By JILL COLVIN
SAN JUAN, Puerto Rico (AP) — On the ground in Puerto Rico nearly two weeks after a hurricane ravaged the island, President Donald Trump heaped praise Tuesday on his administration's relief workers and, more selectively, Puerto Rican officials after earlier dismissing critics of the federal response as "politically motivated ingrates."
Trump told officials and relief workers assembled in an airplane hangar that the low death toll from Hurricane Maria — he was told 16 or 17 — was a tribute to the relief efforts. "We've saved a lot of lives," he said, and singled out Gov. Ricardo Rossello for "giving us the highest praise."
The president continued: "If you look at the -- every death is a horror. But if you look at a real catastrophe like Katrina, and you look at the tremendous hundreds and hundreds and hundreds of people that died, and you look at what happened here with, really, a storm that was just totally overpowering -- nobody has ever seen anything like this. What is your death count, as of this moment -- 17?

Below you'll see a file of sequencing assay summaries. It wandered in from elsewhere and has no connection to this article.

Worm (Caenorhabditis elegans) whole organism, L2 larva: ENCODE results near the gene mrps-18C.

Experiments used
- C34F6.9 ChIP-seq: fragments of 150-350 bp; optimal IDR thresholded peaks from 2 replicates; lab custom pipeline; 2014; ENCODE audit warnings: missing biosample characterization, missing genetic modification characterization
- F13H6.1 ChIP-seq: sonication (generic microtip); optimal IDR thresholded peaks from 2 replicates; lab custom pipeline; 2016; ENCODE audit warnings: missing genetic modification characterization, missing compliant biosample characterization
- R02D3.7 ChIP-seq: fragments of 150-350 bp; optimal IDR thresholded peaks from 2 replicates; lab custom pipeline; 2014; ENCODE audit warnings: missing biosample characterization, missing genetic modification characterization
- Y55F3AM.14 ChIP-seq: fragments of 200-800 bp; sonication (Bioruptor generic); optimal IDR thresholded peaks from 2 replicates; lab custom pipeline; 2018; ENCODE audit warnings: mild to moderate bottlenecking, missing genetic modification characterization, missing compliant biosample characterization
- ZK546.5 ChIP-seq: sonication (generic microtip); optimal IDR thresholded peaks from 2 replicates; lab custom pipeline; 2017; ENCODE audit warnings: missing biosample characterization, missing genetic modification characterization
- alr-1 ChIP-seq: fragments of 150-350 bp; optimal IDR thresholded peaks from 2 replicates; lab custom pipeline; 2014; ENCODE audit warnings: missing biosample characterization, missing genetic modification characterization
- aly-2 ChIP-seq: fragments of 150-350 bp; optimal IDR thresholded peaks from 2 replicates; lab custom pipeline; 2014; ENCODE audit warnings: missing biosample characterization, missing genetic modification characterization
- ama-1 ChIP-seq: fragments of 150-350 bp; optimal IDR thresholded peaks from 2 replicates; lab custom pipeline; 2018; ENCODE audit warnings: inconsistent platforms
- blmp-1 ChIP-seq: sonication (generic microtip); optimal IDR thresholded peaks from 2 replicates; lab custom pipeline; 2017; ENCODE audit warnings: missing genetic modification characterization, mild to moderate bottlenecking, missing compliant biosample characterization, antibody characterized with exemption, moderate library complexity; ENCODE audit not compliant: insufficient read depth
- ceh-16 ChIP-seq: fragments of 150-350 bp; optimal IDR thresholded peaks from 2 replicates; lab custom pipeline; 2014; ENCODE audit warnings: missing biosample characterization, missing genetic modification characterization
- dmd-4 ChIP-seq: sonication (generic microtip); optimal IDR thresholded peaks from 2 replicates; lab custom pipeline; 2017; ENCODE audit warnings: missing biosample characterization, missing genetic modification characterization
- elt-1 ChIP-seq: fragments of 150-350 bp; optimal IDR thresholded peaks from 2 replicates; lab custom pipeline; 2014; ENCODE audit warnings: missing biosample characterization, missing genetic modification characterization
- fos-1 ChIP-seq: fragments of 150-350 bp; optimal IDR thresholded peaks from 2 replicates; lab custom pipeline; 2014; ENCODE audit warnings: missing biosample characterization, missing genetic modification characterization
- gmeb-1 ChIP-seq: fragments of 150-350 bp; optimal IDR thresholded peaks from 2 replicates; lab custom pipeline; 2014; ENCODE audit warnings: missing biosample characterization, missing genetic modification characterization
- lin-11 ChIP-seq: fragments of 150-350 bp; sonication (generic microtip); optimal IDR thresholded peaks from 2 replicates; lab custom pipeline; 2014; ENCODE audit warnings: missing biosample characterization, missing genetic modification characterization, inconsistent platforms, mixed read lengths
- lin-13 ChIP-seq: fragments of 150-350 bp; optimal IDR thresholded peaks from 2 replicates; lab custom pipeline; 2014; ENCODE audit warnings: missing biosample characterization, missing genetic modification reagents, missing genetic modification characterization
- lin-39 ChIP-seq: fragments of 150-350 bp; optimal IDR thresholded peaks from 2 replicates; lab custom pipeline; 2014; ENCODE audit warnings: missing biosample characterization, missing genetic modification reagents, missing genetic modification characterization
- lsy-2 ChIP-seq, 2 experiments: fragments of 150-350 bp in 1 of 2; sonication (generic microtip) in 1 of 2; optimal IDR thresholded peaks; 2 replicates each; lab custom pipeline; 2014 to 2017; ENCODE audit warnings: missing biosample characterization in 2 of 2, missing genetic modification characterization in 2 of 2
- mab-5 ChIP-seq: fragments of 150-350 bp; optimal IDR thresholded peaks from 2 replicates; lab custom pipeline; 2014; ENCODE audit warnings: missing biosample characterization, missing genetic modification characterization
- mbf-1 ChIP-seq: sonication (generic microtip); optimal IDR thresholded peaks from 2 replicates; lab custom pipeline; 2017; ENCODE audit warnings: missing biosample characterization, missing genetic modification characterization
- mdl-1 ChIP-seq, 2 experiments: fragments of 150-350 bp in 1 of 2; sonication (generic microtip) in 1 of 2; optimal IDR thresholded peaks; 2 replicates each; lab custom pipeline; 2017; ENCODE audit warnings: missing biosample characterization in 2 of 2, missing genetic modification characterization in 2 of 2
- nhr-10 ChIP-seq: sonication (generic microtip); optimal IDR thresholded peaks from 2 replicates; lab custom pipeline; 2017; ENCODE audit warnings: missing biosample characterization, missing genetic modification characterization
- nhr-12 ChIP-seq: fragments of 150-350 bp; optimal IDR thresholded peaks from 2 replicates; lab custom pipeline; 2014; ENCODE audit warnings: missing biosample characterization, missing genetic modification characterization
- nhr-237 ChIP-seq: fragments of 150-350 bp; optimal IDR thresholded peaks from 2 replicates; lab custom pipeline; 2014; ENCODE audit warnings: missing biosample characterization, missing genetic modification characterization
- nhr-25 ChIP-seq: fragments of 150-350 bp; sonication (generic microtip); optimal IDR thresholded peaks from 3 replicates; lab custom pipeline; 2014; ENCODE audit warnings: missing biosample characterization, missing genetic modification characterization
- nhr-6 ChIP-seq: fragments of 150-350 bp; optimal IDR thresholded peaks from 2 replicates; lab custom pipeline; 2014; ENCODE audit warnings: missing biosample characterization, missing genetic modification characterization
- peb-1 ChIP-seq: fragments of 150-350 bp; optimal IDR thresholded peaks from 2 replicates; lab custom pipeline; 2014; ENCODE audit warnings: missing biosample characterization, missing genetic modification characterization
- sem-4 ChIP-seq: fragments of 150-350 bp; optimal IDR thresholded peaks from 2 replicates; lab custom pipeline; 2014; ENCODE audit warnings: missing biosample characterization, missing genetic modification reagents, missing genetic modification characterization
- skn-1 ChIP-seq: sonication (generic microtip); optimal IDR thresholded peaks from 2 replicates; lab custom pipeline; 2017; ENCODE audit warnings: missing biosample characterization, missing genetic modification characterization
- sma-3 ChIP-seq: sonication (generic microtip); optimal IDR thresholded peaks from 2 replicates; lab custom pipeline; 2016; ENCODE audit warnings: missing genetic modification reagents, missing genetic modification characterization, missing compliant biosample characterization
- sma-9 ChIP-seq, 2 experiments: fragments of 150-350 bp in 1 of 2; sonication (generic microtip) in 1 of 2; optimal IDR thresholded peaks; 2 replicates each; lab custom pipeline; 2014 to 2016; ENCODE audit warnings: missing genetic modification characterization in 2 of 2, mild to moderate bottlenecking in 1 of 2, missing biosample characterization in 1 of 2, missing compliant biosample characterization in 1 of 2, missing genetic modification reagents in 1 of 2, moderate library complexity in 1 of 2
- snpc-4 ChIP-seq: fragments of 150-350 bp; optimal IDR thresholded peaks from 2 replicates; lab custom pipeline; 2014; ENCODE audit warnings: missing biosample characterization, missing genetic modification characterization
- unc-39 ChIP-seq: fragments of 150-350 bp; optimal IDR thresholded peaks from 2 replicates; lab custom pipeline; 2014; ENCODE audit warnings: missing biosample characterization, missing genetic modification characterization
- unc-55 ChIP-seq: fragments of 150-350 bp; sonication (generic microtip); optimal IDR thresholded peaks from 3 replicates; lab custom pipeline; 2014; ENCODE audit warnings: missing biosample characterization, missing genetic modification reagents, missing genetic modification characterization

"Sixteen certified," said another participant at the briefing.
"Sixteen people certified," Trump said. "Sixteen people versus in the thousands. You can be very proud of all of your people, all of our people working together."
The help didn't come cheap, he said: "I hate to tell you, Puerto Rico, but you've thrown our budget a little out of whack."
"But that's fine," he said, "because we've saved a lot of lives."
The most prominent critic, San Juan Mayor Carmen Yulin Cruz, attended the first event, in an airport hangar, shaking Trump's hand as he went around a table greeting officials before sitting in in the shadow of a hulking, gray military plane.
"How are you?" he asked. Her response could not be heard. He thanked her. Days earlier, Cruz said the Trump administration was "killing us with the inefficiency," pleading for more effective federal leadership in the crisis.
Air Force One brought the president, first lady Melania Trump and aides to Puerto Rico in late morning. They were expected to spend more than five hours on the ground, meeting first responders, local officials and some of the 3.4 million people whose lives have been upended by a hurricane that, in the president's words, left the island U.S. territory "flattened."